- Hu HJ, Alter BJ, Carrasquillo Y, Qiu CS, Gereau RW: Metabotropic glutamate receptor 5 modulates nociceptive plasticity via extracellular signal-regulated kinase-Kv4.2 signaling in spinal cord dorsal horn neurons. J Neurosci 2007, 27: 13181–91. 10.1523/JNEUROSCI.0269-07.2007PubMedView ArticleGoogle Scholar
- Moriyama T, Iida T, Kobayashi K, Higashi T, Fukuoka T, Tsumura H, Leon C, Suzuki N, Inoue K, Gachet C, Noguchi K, Tominaga M: Possible involvement of P2Y2 metabotropic receptors in ATP-induced transient receptor potential vanilloid receptor 1-mediated thermal hypersensitivity. J Neurosci 2003, 23: 6058–6062.PubMedGoogle Scholar
- Ferreira J, da Silva GL, Calixto JB: Contribution of vanilloid receptors to the overt nociception induced by B2 kinin receptor activation in mice. Br J Pharmacol 2004, 141: 787–94. 10.1038/sj.bjp.0705546PubMed CentralPubMedView ArticleGoogle Scholar
- Vellani V, Colucci M, Lattanzi R, Giannini E, Negri L, Melchiorri P, McNaughton PA: Sensitization of transient receptor potential vanilloid 1 by the prokineticin receptor agonist Bv8. J Neurosci 2006, 26: 5109–5116. 10.1523/JNEUROSCI.3870-05.2006PubMedView ArticleGoogle Scholar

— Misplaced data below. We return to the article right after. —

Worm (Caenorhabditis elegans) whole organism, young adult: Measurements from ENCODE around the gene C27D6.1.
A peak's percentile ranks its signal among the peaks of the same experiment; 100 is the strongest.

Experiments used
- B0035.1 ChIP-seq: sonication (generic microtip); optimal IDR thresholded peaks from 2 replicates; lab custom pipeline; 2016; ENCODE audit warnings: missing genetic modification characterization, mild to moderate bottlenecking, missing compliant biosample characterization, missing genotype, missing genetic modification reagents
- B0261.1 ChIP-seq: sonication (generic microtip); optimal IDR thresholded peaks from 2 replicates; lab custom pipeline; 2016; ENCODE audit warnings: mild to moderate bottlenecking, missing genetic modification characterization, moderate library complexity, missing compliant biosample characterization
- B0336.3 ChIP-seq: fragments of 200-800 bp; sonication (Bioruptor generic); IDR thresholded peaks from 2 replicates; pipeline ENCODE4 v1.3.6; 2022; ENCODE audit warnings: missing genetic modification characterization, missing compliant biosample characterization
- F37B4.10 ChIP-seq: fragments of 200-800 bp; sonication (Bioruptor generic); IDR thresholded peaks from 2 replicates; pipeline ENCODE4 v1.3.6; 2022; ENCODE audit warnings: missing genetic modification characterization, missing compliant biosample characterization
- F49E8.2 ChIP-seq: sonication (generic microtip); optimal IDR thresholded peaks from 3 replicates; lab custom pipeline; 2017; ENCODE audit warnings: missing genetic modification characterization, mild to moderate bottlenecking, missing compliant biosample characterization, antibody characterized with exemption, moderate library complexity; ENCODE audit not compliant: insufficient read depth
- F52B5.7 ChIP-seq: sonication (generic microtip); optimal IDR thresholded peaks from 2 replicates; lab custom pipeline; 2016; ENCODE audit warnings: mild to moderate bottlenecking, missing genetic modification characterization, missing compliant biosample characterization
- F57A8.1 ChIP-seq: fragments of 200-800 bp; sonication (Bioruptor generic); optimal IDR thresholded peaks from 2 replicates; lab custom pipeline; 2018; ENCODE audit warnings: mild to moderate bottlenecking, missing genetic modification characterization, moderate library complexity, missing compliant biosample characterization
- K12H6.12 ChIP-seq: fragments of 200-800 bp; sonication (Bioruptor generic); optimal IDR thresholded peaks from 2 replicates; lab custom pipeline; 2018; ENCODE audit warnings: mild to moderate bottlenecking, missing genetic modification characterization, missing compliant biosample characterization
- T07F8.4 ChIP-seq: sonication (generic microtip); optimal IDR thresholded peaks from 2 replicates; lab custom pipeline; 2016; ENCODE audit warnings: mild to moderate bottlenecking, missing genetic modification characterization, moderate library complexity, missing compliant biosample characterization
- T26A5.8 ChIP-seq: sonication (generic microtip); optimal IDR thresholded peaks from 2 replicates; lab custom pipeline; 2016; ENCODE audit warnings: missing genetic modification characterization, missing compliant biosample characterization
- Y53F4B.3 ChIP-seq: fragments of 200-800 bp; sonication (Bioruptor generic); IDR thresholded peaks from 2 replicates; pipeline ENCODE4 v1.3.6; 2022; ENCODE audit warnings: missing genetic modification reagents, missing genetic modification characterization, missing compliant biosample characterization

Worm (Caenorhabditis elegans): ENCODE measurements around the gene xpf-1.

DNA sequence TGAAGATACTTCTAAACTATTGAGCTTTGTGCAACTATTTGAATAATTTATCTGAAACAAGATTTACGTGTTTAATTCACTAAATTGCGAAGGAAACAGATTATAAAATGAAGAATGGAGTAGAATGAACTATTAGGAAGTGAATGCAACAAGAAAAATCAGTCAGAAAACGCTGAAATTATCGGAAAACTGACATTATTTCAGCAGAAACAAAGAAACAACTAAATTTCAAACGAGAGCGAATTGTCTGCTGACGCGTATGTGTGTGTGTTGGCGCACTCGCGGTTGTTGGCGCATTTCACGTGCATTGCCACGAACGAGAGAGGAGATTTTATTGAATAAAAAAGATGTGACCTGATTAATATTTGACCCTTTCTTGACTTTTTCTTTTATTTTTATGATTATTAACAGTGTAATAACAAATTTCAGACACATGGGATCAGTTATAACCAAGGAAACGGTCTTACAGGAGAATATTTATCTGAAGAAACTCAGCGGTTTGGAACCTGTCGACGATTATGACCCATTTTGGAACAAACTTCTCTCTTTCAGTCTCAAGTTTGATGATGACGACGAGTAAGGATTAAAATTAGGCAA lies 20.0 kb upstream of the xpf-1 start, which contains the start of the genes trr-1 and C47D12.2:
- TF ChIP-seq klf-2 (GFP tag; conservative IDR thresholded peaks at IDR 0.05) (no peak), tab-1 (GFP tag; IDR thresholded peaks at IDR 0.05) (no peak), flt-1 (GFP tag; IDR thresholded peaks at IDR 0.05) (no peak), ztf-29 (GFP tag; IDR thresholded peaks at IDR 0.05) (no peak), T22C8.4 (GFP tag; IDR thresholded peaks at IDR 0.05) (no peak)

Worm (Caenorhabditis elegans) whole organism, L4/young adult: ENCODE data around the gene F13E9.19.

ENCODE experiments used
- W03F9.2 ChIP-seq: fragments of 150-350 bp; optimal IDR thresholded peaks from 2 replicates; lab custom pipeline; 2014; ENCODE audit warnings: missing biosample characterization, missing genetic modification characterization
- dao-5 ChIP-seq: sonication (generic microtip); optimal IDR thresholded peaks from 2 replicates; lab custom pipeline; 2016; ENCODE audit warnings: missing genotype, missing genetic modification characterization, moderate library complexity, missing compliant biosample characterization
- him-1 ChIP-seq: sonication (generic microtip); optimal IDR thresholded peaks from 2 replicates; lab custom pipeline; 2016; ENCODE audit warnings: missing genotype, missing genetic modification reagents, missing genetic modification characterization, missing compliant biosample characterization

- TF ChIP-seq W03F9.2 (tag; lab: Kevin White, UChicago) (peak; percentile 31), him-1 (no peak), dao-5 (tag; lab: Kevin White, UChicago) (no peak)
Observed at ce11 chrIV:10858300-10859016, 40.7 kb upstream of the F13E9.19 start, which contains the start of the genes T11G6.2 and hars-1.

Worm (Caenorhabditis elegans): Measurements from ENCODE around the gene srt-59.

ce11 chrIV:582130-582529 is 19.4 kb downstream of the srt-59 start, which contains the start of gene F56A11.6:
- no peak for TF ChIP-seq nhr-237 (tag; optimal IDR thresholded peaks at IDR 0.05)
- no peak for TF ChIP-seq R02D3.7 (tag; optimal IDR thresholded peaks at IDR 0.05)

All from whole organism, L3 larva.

- Negri L, Lattanzi R, Giannini E, Colucci M, Margheriti F, Melchiorri P, Vellani V, Tian H, De Felice M, Porreca F: Impaired nociception and inflammatory pain sensation in mice lacking the prokineticin receptor PKR1: focus on interaction between PKR1 and the capsaicin receptor TRPV1 in pain behavior. J Neurosci 2006, 26: 6716–27. 10.1523/JNEUROSCI.5403-05.2006PubMedView ArticleGoogle Scholar
- Malin SA, Davis BM, Koerber HR, Reynolds IJ, Albers KM, Molliver DC: Thermal nociception and TRPV1 function are attenuated in mice lacking the nucleotide receptor P2Y2. Pain 2008, 138: 484–96. 10.1016/j.pain.2008.01.026PubMed CentralPubMedView ArticleGoogle Scholar
- Kim YH, Park CK, Back SK, Lee CJ, Hwang SJ, Bae YC, Na HS, Kim JS, Jung SJ, Oh SB: Membrane-delimited coupling of TRPV1 and mGluR5 on presynaptic terminals of nociceptive neurons. J Neurosci 2009, 29: 10000–10009. 10.1523/JNEUROSCI.5030-08.2009PubMedView ArticleGoogle Scholar
- Mizumura K, Sugiura T, Katanosaka K, Banik RK, Kozaki Y: Excitation and sensitization of nociceptors by bradykinin: what do we know? Exp Brain Res 2009, 196: 53–65. 10.1007/s00221-009-1814-5PubMedView ArticleGoogle Scholar
- Moriyama T, Higashi T, Togashi K, Iida T, Segi E, Sugimoto Y, Tominaga T, Narumiya S, Tominaga M: Sensitization of TRPV1 by EP1 and IP reveals peripheral nociceptive mechanism of prostaglandins. Mol Pain 2005, 1: 3. 10.1186/1744-8069-1-3PubMed CentralPubMedView ArticleGoogle Scholar
- Ji RR, Gereau RW, Malcangio M, Strichartz GR: MAP kinase and pain. Brain Res Rev 2009, 60: 135–148. 10.1016/j.brainresrev.2008.12.011PubMed CentralPubMedView ArticleGoogle Scholar
- Karim F, Bhave G, Gereau RW: Metabotropic glutamate receptors on peripheral sensory neuron terminals as targets for the development of novel analgesics. Mol Psychiatry 2001, 6: 615–617. 10.1038/sj.mp.4000961PubMedView ArticleGoogle Scholar